In summer 2022, the Open Data Institute (ODI) launched the research project “Understanding the social and economic value of sharing data”, with the aim of learning how to better support organisations that want to unlock the value of the data within their ecosystems. To that aim, we are currently conducting research in order to develop training materials and tools, we’ve launched a call as part of the ODI Fellowship programme for researchers interested in examining topics related to the value of data, and we have started exploring collaboration opportunities with private sector organisations.
To support this ongoing work, we're now launching a collaborative annotated bibliography. This is a curated, living repository of research papers, reports, websites and other resources compiling some of the work of researchers and organisations from around the world interested in the economics of data and on unlocking the social and economic value of data more broadly. The repository will be useful for researchers interested in the value of data from an academic perspective, but also for organisations interested in learning more about how they can unlock and measure the value of data within their ecosystems. It will also be useful for policymakers interested in learning more about how to enhance and quantify the contributions of data use and sharing to local and national economies.
The bibliography is currently organised around four main topics:
- the economics of data
- data ecosystems and incentives
- empirical methods of data valuation
- practical case studies
In the first section we explore how data, as an economic asset or good, has particular characteristics that differentiate it from other goods or assets that organisations normally hold or have access to: it is non-rival, it may have varying levels of excludability, it involves externalities, it may have increasing or decreasing returns, and it has a large option value. Because of these particular characteristics, traditional market pricing mechanisms don’t necessarily provide an efficient and effective way of approximating the value of datasets, as there is a gap between the private value that actors exchanging data through markets are able to realise, and the value that sharing and using data can create for the wider economy.
Likewise, the value of data is strongly linked to access: as more actors are able to access and use data, its value increases. The second category, called ‘Data ecosystems and incentives for sharing’ focuses on data and value flows. This category includes all the resources that place special attention to the role of ecosystems and data flows for unlocking or increasing the value of data, including some that explore governance frameworks and systems of incentives for increasing data availability and use.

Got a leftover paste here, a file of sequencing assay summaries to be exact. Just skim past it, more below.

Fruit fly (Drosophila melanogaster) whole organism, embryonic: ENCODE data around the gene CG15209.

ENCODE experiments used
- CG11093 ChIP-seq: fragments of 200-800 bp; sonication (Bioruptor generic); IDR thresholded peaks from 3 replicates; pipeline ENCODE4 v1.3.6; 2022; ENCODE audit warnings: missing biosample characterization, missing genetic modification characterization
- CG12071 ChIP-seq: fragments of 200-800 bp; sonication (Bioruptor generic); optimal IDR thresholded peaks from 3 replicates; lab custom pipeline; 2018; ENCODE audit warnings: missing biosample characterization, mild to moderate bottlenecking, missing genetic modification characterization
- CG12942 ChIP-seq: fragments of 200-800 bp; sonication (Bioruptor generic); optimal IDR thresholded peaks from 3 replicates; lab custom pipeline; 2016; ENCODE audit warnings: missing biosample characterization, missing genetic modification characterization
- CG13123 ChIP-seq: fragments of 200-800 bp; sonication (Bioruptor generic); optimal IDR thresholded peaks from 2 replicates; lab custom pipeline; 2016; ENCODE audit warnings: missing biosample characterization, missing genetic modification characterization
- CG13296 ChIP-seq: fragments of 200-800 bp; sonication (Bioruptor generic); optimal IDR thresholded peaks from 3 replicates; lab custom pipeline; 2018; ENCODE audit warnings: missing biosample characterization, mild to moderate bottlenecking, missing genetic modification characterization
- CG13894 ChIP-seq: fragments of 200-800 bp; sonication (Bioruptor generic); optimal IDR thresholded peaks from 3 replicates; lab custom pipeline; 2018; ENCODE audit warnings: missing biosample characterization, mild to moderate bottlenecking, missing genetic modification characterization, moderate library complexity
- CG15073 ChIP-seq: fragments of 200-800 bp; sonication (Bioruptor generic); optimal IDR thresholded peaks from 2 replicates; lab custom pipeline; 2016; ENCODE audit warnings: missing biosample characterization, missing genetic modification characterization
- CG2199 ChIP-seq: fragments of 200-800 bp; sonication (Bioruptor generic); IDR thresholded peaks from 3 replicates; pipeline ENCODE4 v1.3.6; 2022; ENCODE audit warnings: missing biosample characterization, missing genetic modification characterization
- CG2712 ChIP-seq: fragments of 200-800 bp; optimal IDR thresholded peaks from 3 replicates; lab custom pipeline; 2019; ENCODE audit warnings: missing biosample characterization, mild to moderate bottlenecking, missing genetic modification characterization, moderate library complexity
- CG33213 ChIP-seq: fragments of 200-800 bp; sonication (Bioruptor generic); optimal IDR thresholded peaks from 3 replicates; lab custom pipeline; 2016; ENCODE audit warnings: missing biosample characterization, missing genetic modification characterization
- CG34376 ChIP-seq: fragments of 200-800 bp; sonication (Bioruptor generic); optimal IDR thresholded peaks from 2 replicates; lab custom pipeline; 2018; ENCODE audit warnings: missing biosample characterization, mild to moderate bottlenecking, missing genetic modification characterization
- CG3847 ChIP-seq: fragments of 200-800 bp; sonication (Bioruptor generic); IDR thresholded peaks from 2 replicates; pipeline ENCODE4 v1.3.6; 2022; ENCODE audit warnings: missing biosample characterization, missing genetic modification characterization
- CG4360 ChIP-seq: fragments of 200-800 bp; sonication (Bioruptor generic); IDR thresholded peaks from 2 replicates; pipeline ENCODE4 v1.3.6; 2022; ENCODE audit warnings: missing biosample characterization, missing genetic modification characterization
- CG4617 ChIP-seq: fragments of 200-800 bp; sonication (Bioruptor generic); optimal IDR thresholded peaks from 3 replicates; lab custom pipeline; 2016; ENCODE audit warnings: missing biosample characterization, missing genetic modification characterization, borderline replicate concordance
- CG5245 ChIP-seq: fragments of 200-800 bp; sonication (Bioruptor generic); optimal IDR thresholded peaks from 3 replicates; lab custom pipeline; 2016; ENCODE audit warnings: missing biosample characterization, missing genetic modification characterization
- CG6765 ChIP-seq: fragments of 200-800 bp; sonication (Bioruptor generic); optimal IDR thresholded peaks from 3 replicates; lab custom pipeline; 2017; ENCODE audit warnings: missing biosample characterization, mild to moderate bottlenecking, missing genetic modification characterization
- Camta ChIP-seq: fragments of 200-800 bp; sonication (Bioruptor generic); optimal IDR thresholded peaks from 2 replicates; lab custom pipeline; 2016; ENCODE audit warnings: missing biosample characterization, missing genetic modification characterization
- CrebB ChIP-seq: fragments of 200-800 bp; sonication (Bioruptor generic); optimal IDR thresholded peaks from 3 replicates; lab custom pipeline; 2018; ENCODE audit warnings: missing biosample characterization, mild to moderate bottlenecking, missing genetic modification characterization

The third section focuses on methods for data valuation. Because of the economic characteristics outlined earlier, measuring the value of data both for private actors and for wider society is challenging. Different methods may yield different results which may be more or less appropriate depending on the intended purpose of the measurement. Existing methods can be broadly grouped into cost-based, income-based and market-based. Each of these approaches is subject to specific assumptions and has different limitations. Additionally, recent literature has started new methodologies borrowed from other fields, such as impact-based methods and real options methods. We’ve grouped articles that outline and compare existing methods, and articles that develop specific methods more deeply under the category ‘Empirical methods for data valuation’.
Finally, the last category groups some case studies and practical examples that showcase the economic outcomes associated with enhancing access to data. These cases use diverse methodologies and cut across multiple industries and sectors. We believe that these use cases are useful because they show both the ways by which data becomes valuable, but also the limitations that exist for measuring the value that data can have. Learning from practical examples may be useful for organisations wanting to better understand how the data they have can become more valuable, or how they can estimate the impact that investments on data and data infrastructure have had in the past or could have in the future.
We are keen to hear what you think of the bibliography! Please email us at [email protected] to let us know if we’re missing something important or if you think we could do something to make the collaborative literature review an even more useful resource. If you have any articles, books, podcasts or other pieces of content that you would like to be added to the bibliography, please submit them through the community suggestions form.